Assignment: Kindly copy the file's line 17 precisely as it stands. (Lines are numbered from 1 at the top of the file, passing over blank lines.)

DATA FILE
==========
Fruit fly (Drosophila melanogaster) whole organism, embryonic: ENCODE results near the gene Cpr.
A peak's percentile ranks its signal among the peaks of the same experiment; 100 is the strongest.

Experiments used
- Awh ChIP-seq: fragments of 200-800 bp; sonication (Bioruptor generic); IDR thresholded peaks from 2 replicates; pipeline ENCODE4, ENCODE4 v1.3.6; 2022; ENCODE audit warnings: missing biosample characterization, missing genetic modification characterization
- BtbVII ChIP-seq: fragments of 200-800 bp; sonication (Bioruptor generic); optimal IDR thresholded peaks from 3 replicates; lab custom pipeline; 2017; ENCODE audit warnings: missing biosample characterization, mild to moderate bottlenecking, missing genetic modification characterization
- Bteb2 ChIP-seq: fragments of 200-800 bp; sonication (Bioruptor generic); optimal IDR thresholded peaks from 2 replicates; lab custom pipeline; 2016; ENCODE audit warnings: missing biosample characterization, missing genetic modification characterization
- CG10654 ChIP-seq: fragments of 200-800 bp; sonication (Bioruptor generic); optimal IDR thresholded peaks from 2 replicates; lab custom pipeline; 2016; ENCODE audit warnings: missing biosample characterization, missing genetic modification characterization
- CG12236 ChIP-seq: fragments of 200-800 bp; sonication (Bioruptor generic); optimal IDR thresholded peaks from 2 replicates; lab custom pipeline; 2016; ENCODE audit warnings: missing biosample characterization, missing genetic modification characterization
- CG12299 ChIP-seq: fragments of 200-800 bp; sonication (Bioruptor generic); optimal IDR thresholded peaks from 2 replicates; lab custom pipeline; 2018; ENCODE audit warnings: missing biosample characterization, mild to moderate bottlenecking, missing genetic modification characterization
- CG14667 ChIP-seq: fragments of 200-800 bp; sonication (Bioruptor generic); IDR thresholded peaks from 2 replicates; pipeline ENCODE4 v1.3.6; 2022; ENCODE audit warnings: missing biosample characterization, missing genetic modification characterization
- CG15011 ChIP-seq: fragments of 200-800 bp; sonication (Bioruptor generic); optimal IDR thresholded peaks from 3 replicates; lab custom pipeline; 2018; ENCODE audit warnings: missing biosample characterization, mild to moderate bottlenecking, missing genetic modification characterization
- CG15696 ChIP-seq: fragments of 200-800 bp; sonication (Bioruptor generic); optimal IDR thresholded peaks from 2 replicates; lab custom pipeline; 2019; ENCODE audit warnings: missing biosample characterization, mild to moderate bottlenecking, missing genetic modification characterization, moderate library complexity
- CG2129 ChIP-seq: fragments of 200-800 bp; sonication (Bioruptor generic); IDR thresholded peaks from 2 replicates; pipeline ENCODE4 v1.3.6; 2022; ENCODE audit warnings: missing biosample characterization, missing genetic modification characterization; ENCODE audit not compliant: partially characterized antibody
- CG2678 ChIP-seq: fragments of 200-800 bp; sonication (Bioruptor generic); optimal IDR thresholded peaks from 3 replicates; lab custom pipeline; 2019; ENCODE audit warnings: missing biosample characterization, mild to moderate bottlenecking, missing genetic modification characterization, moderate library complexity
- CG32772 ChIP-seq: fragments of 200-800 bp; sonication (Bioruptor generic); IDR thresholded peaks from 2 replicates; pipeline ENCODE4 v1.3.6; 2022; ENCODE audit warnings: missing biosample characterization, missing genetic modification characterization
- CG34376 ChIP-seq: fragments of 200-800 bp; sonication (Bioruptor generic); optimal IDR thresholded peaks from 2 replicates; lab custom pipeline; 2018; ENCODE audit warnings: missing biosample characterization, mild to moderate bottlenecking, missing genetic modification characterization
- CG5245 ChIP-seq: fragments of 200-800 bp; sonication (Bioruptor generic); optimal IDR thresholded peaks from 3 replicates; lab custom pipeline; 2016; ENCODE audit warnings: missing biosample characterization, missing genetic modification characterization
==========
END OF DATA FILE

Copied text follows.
- CG5245 ChIP-seq: fragments of 200-800 bp; sonication (Bioruptor generic); optimal IDR thresholded peaks from 3 replicates; lab custom pipeline; 2016; ENCODE audit warnings: missing biosample characterization, missing genetic modification characterization